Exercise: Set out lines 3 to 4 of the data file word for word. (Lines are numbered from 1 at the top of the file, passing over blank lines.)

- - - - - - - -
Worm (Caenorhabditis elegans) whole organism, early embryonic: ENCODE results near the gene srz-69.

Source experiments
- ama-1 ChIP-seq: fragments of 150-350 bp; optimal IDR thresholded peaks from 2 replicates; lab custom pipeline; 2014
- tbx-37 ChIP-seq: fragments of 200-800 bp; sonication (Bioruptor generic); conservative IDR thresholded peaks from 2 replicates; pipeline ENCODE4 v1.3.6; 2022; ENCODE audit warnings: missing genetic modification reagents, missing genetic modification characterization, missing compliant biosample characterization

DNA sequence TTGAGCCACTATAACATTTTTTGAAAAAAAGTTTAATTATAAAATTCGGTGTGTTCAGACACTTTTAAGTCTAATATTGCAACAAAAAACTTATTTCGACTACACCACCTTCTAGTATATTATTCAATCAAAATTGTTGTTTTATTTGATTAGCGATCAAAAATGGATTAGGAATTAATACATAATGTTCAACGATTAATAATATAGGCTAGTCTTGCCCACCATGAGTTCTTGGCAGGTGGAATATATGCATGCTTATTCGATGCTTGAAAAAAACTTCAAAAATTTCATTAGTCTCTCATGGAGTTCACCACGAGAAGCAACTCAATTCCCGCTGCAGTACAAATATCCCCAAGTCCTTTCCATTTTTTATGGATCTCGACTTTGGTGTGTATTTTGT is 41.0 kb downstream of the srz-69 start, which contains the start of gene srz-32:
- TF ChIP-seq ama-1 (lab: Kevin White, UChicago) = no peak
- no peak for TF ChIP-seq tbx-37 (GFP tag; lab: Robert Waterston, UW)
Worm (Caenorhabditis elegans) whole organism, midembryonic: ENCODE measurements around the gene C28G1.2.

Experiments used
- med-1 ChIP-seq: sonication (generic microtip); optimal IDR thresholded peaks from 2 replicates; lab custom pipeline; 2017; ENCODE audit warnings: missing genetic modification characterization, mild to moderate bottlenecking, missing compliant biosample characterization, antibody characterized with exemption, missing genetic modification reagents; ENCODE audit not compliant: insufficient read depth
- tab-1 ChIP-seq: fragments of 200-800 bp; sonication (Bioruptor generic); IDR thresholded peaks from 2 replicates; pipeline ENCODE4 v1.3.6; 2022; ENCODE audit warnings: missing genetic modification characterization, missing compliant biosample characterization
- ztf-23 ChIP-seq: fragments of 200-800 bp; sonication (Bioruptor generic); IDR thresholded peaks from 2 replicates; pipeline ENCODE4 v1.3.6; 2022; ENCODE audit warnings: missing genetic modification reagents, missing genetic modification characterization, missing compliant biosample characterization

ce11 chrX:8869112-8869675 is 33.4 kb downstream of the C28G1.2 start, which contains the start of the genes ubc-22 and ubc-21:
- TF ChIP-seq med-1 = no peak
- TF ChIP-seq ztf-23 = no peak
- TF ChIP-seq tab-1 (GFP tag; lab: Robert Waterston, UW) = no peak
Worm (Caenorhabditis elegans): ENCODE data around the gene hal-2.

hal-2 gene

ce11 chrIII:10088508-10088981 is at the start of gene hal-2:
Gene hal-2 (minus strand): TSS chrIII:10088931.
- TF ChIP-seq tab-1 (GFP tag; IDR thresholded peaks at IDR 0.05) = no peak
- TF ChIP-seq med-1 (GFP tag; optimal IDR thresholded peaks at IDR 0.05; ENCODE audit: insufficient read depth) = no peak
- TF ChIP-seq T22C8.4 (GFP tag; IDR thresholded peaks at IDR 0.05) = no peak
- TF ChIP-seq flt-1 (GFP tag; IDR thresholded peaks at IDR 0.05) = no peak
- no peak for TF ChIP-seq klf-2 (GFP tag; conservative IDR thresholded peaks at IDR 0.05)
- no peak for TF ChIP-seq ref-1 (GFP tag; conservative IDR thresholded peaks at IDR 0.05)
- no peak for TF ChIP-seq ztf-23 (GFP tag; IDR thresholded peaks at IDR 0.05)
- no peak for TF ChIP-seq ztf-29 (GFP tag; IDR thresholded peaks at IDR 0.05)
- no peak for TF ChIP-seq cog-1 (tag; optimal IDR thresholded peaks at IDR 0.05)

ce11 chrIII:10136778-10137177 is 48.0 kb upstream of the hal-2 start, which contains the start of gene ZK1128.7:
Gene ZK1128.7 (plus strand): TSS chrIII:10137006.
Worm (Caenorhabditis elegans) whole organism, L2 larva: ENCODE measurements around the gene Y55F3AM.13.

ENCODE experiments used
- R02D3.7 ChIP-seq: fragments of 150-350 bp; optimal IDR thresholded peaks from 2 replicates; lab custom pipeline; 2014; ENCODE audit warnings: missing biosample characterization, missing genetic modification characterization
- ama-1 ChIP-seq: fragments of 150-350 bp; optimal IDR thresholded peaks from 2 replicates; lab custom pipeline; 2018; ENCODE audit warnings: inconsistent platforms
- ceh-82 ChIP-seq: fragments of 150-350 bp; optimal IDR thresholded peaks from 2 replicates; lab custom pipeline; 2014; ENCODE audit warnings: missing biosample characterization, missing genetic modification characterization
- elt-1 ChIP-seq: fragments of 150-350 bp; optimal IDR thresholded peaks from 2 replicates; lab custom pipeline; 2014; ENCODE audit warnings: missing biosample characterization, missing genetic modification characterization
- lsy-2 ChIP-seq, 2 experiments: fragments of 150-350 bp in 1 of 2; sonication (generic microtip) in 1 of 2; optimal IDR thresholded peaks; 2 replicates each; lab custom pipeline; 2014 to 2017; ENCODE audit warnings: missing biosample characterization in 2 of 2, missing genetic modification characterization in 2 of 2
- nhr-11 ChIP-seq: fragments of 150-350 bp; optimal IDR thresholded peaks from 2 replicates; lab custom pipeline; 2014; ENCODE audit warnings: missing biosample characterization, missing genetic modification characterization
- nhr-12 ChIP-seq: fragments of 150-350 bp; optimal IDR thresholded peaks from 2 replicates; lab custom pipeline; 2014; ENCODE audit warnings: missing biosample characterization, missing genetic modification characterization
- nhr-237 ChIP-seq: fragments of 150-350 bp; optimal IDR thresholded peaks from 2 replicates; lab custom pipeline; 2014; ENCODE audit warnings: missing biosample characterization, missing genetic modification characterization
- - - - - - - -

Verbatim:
- ama-1 ChIP-seq: fragments of 150-350 bp; optimal IDR thresholded peaks from 2 replicates; lab custom pipeline; 2014
- tbx-37 ChIP-seq: fragments of 200-800 bp; sonication (Bioruptor generic); conservative IDR thresholded peaks from 2 replicates; pipeline ENCODE4 v1.3.6; 2022; ENCODE audit warnings: missing genetic modification reagents, missing genetic modification characterization, missing compliant biosample characterization